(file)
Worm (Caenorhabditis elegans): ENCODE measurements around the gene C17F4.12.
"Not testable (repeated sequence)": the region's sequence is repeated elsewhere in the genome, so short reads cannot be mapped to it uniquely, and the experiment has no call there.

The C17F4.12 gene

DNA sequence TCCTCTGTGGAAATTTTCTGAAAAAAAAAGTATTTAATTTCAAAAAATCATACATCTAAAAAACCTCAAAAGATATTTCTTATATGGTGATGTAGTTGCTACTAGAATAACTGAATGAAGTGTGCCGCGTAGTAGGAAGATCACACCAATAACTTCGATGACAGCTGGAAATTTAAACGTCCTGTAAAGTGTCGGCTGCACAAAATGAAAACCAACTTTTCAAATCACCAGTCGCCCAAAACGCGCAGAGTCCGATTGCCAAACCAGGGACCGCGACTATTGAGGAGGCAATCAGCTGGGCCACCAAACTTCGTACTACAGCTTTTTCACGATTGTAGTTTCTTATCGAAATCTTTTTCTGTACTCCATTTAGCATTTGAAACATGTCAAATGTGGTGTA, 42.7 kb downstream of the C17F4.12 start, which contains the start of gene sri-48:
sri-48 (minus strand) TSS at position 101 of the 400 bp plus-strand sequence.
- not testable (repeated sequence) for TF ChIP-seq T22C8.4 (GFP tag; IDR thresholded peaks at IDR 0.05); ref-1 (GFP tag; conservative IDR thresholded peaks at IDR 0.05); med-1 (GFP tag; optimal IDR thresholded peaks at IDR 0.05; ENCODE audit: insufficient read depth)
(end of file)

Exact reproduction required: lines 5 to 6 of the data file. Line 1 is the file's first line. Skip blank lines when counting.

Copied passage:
sri-48 (minus strand) TSS at position 101 of the 400 bp plus-strand sequence.
- not testable (repeated sequence) for TF ChIP-seq T22C8.4 (GFP tag; IDR thresholded peaks at IDR 0.05); ref-1 (GFP tag; conservative IDR thresholded peaks at IDR 0.05); med-1 (GFP tag; optimal IDR thresholded peaks at IDR 0.05; ENCODE audit: insufficient read depth)